While this is a concern in the wider countries in Europe – only the UK, Malta, Spain, Italy and Denmark have defined gambling in eSports and have successfully regulated it – it should not be a problem for those who wish to bet on legitimate sites. All UK based eSports gambling sites fall under the jurisdiction of the UK Gambling Commission, who in August 2016 took the first steps in making eSports betting in UK safer for gamblers. Their decision was made in part due to recent controversies surrounding ‘skin gambling’, a process where players can use their in-game items in place of cash to make bets on eSports games.
When playing games online such as Counter Strike, players receive drop ins or crates of goods such as addons or skins. While most people would use these items in the game, those surplus to requirements can find themselves on the Steam Community Market, where their owners can make a tidy profit. Valve, the company that owns Counter Strike takes 15% out of the transaction for their own gain. However, players can also easily access their Steam Web API Key, which allows them to link their Steam account up to external sites. This is where skin betting comes into play. There are sites out there that allow people to bet on the results of eSports games using the value of their items.
However, until recently it was also common practice for players to use their Steam Web API Key to connect to Skin lottos where players can place their items in a pool with other people. One item is picked out randomly, and whoever owns that item wins the whole kitty. While this may sound like a great idea, there was very little in the way of regulation for this type of site to ensure that the pick is random, and one such site, CSGO Lotto, which was heavily promoted by two popular CSGO bloggers, turned out to be owned and financially backed by them. Something which would have been a non-issue if they had given full disclosure at the start.
Legality of eSports betting in the UK
The issues mentioned above may give slight cause for concern, but eSports betting in UK is legal providing you are over the age of 18, and that makes it much easier to monitor. eSports attracts a young demographic – Newzoo suggest that 20% of those interested in eSports are under 20 and 37% between 21-35, and by placing your eSports bets on a reputable site you can be sure that validation checks are completed before you are able to place your first bet. Sadly, this is not always the case in other parts of the world where guidelines are less strict.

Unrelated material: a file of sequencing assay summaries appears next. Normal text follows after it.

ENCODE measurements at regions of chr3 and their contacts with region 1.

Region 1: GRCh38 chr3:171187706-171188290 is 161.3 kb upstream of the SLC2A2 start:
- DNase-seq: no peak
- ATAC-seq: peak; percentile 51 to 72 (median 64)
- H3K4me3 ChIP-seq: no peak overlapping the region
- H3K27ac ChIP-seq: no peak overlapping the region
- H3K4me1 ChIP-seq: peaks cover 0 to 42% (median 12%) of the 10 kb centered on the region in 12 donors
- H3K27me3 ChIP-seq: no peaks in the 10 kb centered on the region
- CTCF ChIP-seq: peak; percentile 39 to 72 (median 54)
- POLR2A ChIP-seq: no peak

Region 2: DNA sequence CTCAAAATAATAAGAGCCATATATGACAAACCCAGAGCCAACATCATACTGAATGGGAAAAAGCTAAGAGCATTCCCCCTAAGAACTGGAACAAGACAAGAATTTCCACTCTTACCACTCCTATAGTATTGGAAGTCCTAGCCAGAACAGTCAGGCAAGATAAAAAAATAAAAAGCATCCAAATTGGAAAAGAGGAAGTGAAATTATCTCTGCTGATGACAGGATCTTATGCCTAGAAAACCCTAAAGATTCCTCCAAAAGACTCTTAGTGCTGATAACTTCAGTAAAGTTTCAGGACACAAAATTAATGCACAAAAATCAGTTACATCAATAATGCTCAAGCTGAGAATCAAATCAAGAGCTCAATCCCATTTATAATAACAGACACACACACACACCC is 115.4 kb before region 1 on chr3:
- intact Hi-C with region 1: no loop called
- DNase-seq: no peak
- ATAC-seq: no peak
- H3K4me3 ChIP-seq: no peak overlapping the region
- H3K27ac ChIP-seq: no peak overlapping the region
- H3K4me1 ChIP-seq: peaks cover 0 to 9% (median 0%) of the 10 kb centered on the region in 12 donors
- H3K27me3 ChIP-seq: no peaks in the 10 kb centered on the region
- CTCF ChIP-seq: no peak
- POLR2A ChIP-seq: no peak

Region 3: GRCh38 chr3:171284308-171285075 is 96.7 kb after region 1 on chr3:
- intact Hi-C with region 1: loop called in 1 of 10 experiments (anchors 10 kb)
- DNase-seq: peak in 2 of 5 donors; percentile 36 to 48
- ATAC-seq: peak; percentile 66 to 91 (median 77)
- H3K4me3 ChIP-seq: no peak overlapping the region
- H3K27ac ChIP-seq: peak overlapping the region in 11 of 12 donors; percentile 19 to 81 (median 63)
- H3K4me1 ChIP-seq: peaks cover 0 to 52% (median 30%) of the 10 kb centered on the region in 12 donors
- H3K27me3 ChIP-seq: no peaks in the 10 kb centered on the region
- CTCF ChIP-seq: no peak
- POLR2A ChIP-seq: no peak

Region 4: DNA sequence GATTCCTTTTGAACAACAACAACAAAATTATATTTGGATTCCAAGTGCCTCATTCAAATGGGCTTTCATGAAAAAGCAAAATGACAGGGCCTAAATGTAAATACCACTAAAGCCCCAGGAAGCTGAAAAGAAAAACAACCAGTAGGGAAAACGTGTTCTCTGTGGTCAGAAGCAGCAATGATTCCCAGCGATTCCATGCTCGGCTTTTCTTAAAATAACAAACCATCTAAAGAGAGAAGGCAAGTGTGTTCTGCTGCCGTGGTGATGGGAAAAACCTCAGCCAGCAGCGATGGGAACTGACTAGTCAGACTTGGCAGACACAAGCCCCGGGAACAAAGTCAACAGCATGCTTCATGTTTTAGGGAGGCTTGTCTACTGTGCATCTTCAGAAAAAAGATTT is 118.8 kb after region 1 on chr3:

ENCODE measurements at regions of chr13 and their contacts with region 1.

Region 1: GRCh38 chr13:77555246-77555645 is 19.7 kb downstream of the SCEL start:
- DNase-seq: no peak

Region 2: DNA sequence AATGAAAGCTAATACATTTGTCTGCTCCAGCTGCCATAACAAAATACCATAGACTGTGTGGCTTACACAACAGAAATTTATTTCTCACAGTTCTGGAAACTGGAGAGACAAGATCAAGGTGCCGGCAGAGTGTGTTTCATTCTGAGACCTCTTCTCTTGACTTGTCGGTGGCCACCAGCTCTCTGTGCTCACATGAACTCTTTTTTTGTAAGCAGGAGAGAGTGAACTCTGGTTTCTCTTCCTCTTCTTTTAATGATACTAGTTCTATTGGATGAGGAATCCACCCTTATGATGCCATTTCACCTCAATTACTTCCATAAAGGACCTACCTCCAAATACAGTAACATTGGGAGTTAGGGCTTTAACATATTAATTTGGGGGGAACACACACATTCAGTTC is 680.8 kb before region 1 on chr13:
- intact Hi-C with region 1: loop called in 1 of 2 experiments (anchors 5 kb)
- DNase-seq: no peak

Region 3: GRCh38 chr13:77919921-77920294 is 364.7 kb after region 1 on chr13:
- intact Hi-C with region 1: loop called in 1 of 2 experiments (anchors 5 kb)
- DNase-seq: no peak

The UKGC were the first gambling commission in the world to issue a discussion paper on esports legal clarifications in August 2016. The huge paper discussed, among other topics, the use of licensing for both skin betting and for normal eSports betting. Through their research, they decided that all bets on eSports constituted gambling, meaning that those who provide eSports betting and those bets provided online should be regulated under usual UK gambling rules.
This was an important step in the UK, as it not only provided boundaries with which to police eSports betting, but it also sought to protect those who continued to place bets. The UK Gambling Commission & the Gambling Act 2005, which covers online gambling, work towards three main objectives:
- Preventing gambling from becoming a source of crime or disorder, being associated with crime or disorder, or being used to support crime.
- Ensuring that gambling is conducted in a fair and open way.
- Protecting children and other vulnerable persons from being harmed or exploited by gambling.
We have already discussed the third option, protecting children and vulnerable persons from being harmed by gambling, but are the other two really an issue in eSports? Well, there have been examples throughout the world where cheating has been used by players or teams in eSports matches to either win or throw a game due to eSports gambling.